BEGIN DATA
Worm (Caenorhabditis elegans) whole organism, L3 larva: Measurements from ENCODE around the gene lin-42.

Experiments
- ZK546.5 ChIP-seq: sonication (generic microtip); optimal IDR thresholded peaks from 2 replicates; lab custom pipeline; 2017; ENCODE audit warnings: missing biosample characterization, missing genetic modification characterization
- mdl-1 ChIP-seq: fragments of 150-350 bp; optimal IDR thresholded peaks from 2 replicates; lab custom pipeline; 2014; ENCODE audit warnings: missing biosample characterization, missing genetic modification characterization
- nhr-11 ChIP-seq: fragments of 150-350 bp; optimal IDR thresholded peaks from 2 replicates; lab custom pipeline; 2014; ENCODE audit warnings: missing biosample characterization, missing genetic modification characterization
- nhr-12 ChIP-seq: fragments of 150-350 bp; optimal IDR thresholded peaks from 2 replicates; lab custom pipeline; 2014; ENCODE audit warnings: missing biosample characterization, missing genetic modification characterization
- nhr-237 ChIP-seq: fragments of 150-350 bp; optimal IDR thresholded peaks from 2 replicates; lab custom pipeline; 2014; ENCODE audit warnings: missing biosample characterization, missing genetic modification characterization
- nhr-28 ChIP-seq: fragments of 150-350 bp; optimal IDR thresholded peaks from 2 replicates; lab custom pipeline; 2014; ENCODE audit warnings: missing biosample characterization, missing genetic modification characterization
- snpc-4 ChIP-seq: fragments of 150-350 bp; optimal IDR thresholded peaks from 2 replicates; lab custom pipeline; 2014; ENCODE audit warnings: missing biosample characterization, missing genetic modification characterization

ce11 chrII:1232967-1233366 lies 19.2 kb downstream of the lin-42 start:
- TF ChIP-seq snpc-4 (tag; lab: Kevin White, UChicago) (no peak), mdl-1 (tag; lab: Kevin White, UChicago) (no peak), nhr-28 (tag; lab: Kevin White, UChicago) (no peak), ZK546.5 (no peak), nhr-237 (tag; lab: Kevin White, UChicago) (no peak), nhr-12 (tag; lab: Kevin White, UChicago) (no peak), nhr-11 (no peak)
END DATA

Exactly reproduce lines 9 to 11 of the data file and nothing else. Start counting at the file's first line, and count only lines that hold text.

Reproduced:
- snpc-4 ChIP-seq: fragments of 150-350 bp; optimal IDR thresholded peaks from 2 replicates; lab custom pipeline; 2014; ENCODE audit warnings: missing biosample characterization, missing genetic modification characterization

ce11 chrII:1232967-1233366 lies 19.2 kb downstream of the lin-42 start:
- TF ChIP-seq snpc-4 (tag; lab: Kevin White, UChicago) (no peak), mdl-1 (tag; lab: Kevin White, UChicago) (no peak), nhr-28 (tag; lab: Kevin White, UChicago) (no peak), ZK546.5 (no peak), nhr-237 (tag; lab: Kevin White, UChicago) (no peak), nhr-12 (tag; lab: Kevin White, UChicago) (no peak), nhr-11 (no peak)